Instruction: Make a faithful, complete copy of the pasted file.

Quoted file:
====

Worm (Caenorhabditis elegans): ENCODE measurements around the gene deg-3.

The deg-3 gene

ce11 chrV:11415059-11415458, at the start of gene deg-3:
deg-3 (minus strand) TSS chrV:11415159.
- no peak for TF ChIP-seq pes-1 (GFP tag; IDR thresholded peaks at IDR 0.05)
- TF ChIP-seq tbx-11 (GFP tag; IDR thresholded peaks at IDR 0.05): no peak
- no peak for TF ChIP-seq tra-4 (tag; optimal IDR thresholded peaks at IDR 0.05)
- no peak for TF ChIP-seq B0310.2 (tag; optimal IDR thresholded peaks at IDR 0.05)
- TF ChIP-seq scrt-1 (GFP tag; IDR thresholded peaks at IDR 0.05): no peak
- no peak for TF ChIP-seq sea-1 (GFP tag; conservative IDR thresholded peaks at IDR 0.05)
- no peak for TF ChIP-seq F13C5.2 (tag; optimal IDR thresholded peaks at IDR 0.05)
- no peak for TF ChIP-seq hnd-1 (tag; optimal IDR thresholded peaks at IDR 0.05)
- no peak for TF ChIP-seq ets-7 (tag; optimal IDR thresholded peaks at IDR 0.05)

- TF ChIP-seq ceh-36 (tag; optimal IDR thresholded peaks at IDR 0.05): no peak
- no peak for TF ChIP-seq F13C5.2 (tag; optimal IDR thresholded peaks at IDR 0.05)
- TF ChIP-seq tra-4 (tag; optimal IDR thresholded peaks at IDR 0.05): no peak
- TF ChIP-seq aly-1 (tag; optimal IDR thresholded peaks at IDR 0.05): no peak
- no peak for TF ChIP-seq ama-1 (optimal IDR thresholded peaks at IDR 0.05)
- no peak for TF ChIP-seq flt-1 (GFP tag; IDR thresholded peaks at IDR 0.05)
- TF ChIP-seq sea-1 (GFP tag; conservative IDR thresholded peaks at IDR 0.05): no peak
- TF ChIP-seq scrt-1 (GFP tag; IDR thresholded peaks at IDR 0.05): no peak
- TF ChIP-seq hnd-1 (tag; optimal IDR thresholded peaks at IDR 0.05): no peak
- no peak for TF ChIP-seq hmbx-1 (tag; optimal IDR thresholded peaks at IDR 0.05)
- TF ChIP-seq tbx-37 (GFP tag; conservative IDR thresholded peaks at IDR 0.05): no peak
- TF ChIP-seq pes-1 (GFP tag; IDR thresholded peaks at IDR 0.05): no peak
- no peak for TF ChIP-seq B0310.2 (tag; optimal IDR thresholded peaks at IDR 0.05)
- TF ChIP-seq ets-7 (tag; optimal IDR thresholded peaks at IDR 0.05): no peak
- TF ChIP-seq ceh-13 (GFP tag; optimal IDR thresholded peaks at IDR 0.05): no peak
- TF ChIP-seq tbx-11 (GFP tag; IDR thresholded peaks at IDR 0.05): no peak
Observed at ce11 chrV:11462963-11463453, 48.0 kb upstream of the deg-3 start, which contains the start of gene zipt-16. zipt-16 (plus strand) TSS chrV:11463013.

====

Worm (Caenorhabditis elegans): ENCODE measurements around the gene deg-3.

The deg-3 gene

ce11 chrV:11415059-11415458, at the start of gene deg-3:
deg-3 (minus strand) TSS chrV:11415159.
- no peak for TF ChIP-seq pes-1 (GFP tag; IDR thresholded peaks at IDR 0.05)
- TF ChIP-seq tbx-11 (GFP tag; IDR thresholded peaks at IDR 0.05): no peak
- no peak for TF ChIP-seq tra-4 (tag; optimal IDR thresholded peaks at IDR 0.05)
- no peak for TF ChIP-seq B0310.2 (tag; optimal IDR thresholded peaks at IDR 0.05)
- TF ChIP-seq scrt-1 (GFP tag; IDR thresholded peaks at IDR 0.05): no peak
- no peak for TF ChIP-seq sea-1 (GFP tag; conservative IDR thresholded peaks at IDR 0.05)
- no peak for TF ChIP-seq F13C5.2 (tag; optimal IDR thresholded peaks at IDR 0.05)
- no peak for TF ChIP-seq hnd-1 (tag; optimal IDR thresholded peaks at IDR 0.05)
- no peak for TF ChIP-seq ets-7 (tag; optimal IDR thresholded peaks at IDR 0.05)

- TF ChIP-seq ceh-36 (tag; optimal IDR thresholded peaks at IDR 0.05): no peak
- no peak for TF ChIP-seq F13C5.2 (tag; optimal IDR thresholded peaks at IDR 0.05)
- TF ChIP-seq tra-4 (tag; optimal IDR thresholded peaks at IDR 0.05): no peak
- TF ChIP-seq aly-1 (tag; optimal IDR thresholded peaks at IDR 0.05): no peak
- no peak for TF ChIP-seq ama-1 (optimal IDR thresholded peaks at IDR 0.05)
- no peak for TF ChIP-seq flt-1 (GFP tag; IDR thresholded peaks at IDR 0.05)
- TF ChIP-seq sea-1 (GFP tag; conservative IDR thresholded peaks at IDR 0.05): no peak
- TF ChIP-seq scrt-1 (GFP tag; IDR thresholded peaks at IDR 0.05): no peak
- TF ChIP-seq hnd-1 (tag; optimal IDR thresholded peaks at IDR 0.05): no peak
- no peak for TF ChIP-seq hmbx-1 (tag; optimal IDR thresholded peaks at IDR 0.05)
- TF ChIP-seq tbx-37 (GFP tag; conservative IDR thresholded peaks at IDR 0.05): no peak
- TF ChIP-seq pes-1 (GFP tag; IDR thresholded peaks at IDR 0.05): no peak
- no peak for TF ChIP-seq B0310.2 (tag; optimal IDR thresholded peaks at IDR 0.05)
- TF ChIP-seq ets-7 (tag; optimal IDR thresholded peaks at IDR 0.05): no peak
- TF ChIP-seq ceh-13 (GFP tag; optimal IDR thresholded peaks at IDR 0.05): no peak
- TF ChIP-seq tbx-11 (GFP tag; IDR thresholded peaks at IDR 0.05): no peak
Observed at ce11 chrV:11462963-11463453, 48.0 kb upstream of the deg-3 start, which contains the start of gene zipt-16. zipt-16 (plus strand) TSS chrV:11463013.